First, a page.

Thursday, 12 November 2009

Ethical Funding: The Death of 'Fat' Banking

It's just cost Yell Group £80 million in fees to secure £660 million in funding. Apparently this is because there are over 300 lenders involved. So I guess you could say it cost about £284,000 per lender.

At the other end of the spectrum, over at Zopa, borrowers pay £118.50 to borrow directly from hundreds of people at the same time, with no bank in the middle.

Somewhere in there is the real cost of enabling people and businesses to obtain funding. And the longer the banks continue to insist on such enormous rewards for their role, the harder others will try to remove them from the process, or otherwise curb their perceived excesses.

Since steering Zopa through the maze of financial regulation, I've become aware of many others who are also implementing alternative funding strategies that take banks out of the process. It's complex and time-consuming, but less so now that starving advisers are starkly aware of their own need to provide a faster, more cost-effective service in this area. Recent figures reveal that Ireland and Luxembourg are reaping the rewards.

The fact that I can't really discuss these alternative funding sources without interfering with their marketing obligations underscores why the banks are able to charge such high fees.

Intensive regulation - ironically designed to protect the financial system and taxpayers from the kind of events we've seen occur regardless - has funneled the world's investment funds and opportunities into a cloistered environment in which only a privileged few are trusted to connect them. Enormous rewards for those few are simply a bi-product of that regulatory framework. It is unsurprising that those rewards should remain high as the flow of investment capital runs dry in the face of intensifying demand from cash-strapped banks and corporations.

So there is further irony in the European Commission's plans to regulate the alternative investment markets. This should simply concentrate the number of intermediaries who can arrange funding, allowing them to increase their fees, yet fail to deliver any incremental protection from the risk of financial failure.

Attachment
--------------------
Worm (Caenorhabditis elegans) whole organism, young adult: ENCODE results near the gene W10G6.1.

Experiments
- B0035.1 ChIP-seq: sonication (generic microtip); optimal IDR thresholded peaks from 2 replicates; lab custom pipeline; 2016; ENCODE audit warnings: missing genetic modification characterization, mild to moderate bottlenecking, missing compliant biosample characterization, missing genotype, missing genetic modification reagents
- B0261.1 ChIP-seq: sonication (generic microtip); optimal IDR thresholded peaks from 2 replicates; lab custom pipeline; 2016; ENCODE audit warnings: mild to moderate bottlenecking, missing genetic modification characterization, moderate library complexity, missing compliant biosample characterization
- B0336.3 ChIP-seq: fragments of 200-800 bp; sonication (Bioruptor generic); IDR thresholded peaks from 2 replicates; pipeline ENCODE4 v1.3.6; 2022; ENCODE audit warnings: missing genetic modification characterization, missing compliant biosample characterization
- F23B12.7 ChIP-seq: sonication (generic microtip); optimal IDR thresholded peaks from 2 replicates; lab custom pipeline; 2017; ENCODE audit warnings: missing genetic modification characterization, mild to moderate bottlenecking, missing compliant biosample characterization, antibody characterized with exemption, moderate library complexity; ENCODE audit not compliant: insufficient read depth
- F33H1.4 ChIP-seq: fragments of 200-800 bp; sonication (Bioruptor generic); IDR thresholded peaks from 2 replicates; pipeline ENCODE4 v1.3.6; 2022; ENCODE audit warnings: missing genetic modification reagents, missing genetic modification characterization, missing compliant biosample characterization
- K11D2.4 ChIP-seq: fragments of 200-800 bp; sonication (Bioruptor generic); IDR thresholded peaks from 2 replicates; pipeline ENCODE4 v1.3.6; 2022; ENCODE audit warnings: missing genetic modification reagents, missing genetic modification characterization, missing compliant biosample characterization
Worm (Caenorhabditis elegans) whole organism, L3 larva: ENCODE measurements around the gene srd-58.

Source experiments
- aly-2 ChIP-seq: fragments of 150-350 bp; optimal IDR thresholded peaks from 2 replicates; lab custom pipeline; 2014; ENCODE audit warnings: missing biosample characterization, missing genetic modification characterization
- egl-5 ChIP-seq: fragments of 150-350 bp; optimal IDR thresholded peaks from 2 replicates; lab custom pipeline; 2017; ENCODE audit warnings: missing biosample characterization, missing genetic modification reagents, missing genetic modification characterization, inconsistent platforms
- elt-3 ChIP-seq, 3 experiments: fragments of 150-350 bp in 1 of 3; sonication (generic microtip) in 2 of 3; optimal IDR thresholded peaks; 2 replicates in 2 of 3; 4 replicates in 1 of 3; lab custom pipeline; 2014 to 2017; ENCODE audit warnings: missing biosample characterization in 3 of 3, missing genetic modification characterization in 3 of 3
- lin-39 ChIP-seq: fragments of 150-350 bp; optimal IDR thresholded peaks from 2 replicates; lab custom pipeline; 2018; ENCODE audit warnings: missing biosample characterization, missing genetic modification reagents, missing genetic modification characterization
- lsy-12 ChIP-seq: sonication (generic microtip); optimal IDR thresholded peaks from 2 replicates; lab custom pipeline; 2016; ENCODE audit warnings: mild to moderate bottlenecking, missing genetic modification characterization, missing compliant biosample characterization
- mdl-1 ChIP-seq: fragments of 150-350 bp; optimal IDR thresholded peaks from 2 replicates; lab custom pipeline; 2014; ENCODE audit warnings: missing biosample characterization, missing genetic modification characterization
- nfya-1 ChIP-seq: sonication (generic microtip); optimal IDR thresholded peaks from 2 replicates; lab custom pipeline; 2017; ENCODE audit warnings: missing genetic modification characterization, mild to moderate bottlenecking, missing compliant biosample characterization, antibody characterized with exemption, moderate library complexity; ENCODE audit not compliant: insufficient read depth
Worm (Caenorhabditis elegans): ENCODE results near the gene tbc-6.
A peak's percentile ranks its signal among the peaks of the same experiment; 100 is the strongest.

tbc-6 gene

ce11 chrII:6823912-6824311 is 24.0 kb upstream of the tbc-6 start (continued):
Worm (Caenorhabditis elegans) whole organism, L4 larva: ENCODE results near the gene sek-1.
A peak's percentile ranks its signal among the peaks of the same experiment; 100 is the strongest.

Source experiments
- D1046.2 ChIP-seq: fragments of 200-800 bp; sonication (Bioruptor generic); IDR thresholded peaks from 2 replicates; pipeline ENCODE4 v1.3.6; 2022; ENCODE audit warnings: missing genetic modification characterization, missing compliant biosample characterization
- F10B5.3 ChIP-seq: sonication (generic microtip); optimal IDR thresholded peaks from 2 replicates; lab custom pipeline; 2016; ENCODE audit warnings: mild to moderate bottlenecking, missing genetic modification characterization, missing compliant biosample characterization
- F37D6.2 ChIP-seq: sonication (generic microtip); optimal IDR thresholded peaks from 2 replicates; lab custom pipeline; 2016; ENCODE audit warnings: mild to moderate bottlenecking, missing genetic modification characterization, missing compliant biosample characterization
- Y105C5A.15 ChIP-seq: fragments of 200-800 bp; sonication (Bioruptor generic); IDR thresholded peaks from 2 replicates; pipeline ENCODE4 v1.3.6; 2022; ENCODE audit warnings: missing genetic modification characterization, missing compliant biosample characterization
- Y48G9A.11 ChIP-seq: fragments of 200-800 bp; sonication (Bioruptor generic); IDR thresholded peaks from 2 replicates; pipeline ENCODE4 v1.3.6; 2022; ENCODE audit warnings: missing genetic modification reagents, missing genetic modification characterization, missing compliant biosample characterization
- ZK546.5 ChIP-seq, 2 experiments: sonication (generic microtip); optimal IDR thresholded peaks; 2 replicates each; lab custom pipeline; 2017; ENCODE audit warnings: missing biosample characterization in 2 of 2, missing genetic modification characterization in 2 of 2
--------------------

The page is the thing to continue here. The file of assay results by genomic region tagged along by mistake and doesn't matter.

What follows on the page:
The attack on 'excessive' fees and bonuses actually challenges the notion that matching investment capital and investment opportunities should be reserved for an anointed few. To remove the fat, you need to turn the situation on its head. The authorities should be fostering (not necessarily regulating) the growth of simplified, transparent marketplaces that are substantially open to all, linking investors and issuers of stocks and bonds in a direct sense, albeit still facilitated by skilled, lean operators.

Such a process of simplification, with increased openness and transparency, is entirely consistent with the rise of directly accessible consumer marketplaces for consumer goods, travel, betting, entertainment, personal finance and trade finance during the past decade. In those marketplaces, the role of the facilitator has been to enable consumers to seize control of their own experience and keep much more of the value that was previously retained by 'traditional' product providers.

In this sense, the "democratisation" of the financial markets may be seen as very much a logical step, rather than anything terribly radical. It will be important to get the rules right - just as that has been critical to the success of many other consumer platforms already out there. But openness, fairness, transparency, and both governments' and taxpayers' determination to get out of this mess, ought to be reliable guides.
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